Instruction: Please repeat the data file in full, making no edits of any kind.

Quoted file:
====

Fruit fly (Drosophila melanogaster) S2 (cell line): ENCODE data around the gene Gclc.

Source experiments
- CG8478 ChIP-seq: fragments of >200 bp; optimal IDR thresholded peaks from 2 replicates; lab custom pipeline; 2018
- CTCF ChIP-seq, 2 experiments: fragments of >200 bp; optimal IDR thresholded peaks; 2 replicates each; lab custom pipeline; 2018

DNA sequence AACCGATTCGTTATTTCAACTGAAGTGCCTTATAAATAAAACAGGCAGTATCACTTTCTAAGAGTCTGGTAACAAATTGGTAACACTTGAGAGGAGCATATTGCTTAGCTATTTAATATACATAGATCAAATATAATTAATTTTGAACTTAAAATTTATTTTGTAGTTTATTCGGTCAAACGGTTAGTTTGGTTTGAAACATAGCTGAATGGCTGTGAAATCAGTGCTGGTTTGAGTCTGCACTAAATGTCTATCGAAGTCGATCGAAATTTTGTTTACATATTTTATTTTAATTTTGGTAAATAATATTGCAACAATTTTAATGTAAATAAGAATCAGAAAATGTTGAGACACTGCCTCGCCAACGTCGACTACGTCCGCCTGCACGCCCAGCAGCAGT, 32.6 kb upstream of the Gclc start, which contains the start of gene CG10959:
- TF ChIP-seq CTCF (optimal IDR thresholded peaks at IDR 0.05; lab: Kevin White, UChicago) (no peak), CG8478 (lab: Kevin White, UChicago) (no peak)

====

Fruit fly (Drosophila melanogaster) S2 (cell line): ENCODE data around the gene Gclc.

Source experiments
- CG8478 ChIP-seq: fragments of >200 bp; optimal IDR thresholded peaks from 2 replicates; lab custom pipeline; 2018
- CTCF ChIP-seq, 2 experiments: fragments of >200 bp; optimal IDR thresholded peaks; 2 replicates each; lab custom pipeline; 2018

DNA sequence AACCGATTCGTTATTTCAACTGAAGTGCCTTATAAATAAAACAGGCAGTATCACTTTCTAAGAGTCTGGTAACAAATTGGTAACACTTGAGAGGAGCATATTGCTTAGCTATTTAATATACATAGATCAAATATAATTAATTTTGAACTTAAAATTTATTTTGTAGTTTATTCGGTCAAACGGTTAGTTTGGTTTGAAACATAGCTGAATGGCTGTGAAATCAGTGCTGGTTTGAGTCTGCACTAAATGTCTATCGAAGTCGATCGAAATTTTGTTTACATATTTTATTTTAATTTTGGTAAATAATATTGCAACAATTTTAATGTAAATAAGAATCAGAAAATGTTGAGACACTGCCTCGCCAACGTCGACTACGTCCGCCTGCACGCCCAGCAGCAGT, 32.6 kb upstream of the Gclc start, which contains the start of gene CG10959:
- TF ChIP-seq CTCF (optimal IDR thresholded peaks at IDR 0.05; lab: Kevin White, UChicago) (no peak), CG8478 (lab: Kevin White, UChicago) (no peak)